3 reasons why influencing skills improves your workplace29 Jan 2020
In today’s business world, culture is talked about more and more. A positive workplace culture can enable an extraordinary workforce.
“Poor performance, high turnover, problem employees, tension between teams, burnout, political infighting and lack of commitment — they are all symptoms of a broken culture.”
– Liz Ryan, Forbes
Here are 3 reasons why influencing skills can improve your workplace:
1. Creating rapport and building trust
“Trust in the workplace is defined as the ability to rely upon others to be truthful, to do as they say and to follow established rules, procedures and custom and practice.”
– Elliot Jaques, organisational psychologist
Trust in the workplace is a hot topic these days. With so many hot button issues outside of the office making their way inside and influencing productivity and effectiveness. If an employee trusts a manager, that manager may be more likely to influence that employee. As a result, those employees looking to perform for a leader they trust gain additional commitment to want to achieve higher and higher results.
According to HR management and leadership expert Peter Mills in order to lead in a trustworthy manner, managers must continually demonstrate honesty, integrity and respect. These are the building blocks of trust and without them trust cannot exist in a workplace setting.
Perhaps the most straightforward skill to master that can also enable the highest level of “Boosting your active listening skills at work can help you be more present in the conversations you’re having, prevent incidents of conflict, deepen your relationships with colleagues and ultimately improve your job performance.” – MetLife.com.au
Influence, listening enables leaders to not only learn more about those they lead but also gives those they listen to the feeling of fulfillment from a leader who knows when to speak and when to simply hear. A great term for this kind of skill is called: active listening. Active listening encompasses a few different elements including: eliminating distractions while someone is talking to you, fostering an environment that supports focus on the communication, asking pertinent questions and utilising non-verbal cues to demonstrate understanding.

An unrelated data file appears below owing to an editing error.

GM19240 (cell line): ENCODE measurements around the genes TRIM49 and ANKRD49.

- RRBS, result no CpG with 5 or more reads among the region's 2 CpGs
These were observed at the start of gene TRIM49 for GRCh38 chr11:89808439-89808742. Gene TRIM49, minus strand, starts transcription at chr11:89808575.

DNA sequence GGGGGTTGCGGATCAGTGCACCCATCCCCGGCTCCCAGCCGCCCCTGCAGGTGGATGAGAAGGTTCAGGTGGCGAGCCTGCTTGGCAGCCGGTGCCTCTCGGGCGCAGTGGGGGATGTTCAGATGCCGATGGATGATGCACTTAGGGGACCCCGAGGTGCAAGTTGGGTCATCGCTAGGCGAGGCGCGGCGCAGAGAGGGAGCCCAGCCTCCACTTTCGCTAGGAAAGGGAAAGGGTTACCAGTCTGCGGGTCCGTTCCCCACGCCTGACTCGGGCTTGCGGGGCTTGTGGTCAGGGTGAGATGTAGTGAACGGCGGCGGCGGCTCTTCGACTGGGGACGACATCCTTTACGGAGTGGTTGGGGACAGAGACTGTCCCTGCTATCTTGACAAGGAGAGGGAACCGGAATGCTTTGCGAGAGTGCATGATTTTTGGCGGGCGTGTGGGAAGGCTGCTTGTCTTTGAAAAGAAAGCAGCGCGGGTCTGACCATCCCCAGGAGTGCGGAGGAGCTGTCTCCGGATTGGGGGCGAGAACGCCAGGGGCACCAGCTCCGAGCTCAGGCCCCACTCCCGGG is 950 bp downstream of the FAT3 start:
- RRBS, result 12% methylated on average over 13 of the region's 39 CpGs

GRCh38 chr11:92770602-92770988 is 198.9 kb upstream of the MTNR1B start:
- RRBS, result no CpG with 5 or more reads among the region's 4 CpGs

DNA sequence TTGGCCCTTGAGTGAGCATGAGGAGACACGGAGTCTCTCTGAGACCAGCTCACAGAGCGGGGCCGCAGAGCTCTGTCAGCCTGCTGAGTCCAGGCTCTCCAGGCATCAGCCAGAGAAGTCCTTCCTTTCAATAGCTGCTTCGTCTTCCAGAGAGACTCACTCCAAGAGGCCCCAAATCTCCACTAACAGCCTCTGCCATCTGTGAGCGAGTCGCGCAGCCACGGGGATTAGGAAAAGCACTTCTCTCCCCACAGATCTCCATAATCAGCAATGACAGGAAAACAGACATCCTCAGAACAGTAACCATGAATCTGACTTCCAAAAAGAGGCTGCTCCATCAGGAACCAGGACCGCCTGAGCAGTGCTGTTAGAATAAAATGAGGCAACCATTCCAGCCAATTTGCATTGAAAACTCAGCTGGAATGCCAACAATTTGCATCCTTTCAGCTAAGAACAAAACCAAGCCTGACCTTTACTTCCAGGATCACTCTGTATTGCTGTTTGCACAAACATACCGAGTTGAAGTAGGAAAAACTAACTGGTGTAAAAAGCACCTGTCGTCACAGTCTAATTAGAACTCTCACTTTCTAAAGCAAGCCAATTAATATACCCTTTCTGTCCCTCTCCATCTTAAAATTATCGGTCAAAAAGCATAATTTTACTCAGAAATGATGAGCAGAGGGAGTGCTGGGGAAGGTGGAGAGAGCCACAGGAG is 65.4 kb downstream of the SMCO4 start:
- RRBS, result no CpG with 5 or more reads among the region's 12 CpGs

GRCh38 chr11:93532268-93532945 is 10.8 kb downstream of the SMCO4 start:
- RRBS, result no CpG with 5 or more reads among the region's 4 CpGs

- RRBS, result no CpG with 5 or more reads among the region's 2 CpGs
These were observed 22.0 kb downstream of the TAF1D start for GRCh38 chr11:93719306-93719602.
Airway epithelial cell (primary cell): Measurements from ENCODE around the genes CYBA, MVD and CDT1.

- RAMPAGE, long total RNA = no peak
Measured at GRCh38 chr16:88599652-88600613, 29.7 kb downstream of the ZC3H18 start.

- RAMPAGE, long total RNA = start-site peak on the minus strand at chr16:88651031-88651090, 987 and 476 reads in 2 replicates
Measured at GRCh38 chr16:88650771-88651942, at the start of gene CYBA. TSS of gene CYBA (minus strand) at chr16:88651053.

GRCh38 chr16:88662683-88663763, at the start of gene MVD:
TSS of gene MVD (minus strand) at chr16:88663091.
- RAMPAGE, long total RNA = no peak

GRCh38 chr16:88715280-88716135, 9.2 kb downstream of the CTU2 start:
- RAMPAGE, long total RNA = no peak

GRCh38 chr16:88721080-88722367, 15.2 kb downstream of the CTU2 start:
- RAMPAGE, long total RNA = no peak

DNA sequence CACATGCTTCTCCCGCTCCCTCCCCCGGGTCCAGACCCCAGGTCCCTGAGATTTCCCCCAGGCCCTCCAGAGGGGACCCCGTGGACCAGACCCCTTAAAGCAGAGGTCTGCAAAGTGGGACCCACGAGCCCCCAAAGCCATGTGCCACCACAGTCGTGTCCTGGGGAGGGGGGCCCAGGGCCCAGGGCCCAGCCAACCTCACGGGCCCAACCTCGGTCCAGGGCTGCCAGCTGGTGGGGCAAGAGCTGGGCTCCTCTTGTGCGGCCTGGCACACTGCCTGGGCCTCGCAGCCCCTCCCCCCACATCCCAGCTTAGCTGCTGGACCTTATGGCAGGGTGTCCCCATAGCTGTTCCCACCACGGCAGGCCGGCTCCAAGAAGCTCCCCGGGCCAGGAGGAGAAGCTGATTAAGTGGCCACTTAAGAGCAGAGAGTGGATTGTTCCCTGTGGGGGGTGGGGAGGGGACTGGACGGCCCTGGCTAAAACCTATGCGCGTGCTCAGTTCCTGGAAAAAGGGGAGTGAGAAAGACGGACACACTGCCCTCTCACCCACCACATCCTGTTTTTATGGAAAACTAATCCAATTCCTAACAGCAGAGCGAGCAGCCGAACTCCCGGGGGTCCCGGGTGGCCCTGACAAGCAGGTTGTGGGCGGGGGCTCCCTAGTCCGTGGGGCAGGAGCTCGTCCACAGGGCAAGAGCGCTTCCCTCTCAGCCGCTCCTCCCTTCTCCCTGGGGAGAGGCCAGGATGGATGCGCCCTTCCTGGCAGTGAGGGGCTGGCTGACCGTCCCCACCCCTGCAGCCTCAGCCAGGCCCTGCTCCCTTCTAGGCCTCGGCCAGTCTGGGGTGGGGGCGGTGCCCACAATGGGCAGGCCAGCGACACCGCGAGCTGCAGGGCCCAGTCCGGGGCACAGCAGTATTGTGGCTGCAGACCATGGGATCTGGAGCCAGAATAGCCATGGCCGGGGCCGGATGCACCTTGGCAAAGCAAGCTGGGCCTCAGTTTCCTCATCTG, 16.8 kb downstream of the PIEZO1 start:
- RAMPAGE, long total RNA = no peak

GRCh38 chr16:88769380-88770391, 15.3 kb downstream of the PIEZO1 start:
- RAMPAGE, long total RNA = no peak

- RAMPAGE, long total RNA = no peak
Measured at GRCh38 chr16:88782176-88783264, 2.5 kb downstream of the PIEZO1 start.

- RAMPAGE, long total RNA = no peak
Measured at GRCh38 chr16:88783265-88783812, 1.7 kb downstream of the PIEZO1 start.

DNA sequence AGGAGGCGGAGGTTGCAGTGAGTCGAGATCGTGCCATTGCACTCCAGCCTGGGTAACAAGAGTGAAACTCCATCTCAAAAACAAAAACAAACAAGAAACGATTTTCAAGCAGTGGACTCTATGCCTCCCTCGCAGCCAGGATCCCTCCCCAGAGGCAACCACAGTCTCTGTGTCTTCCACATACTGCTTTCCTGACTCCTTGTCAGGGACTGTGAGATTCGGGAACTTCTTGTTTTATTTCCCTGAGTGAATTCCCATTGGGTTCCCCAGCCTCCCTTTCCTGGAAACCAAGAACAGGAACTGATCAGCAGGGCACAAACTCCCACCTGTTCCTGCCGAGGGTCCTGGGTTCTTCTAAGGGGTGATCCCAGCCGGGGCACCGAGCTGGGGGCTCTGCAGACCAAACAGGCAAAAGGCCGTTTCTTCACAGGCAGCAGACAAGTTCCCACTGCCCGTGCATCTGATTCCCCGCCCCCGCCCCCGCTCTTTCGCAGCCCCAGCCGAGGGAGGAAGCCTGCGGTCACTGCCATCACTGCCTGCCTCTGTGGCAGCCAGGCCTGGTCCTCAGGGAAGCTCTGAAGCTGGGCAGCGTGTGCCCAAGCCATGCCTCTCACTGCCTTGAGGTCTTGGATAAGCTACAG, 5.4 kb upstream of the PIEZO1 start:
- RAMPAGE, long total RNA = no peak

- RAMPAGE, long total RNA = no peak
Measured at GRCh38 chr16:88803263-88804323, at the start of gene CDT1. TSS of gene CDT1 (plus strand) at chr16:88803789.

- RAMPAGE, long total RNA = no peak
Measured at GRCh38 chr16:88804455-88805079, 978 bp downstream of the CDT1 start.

3. Inspire and motivate
“To motivate your staff, boost morale and increase productivity, leaders must recognise, reward and respect the excellence of their team. It is your job as a leader to set the bar, inspire and motivate your team to reach greatness, because ultimately, you are only as good as your team.” – Australian Institute of Business
This skill can be a lifelong pursuit for some as it requires something of an x-factor as well as tried and true practices. According to the Australian Institute of Business, there are several ways to motivate a workforce. Starting with communication: keeping employees in the loop is a great way to engage the team. One way to do that is to interact more outside of your office, being present can help jump start employees as well. Reviewing work and positively engaging employees over that productivity can also help excite people. Focusing on the external clients and customers can bring a team together as well as remembering to thank staff for their efforts. Lastly, a leader who is willing to jump into the action with their staff as well as one who is willing and able to celebrate achievements is one that can help inspire and motivate those who look up to them. A true influencer is able to do this and thus creates a more effective workplace, enabling results from happy employees.
For more on how ICML can enable you to inspire your workforce, check out the influencing skills course here.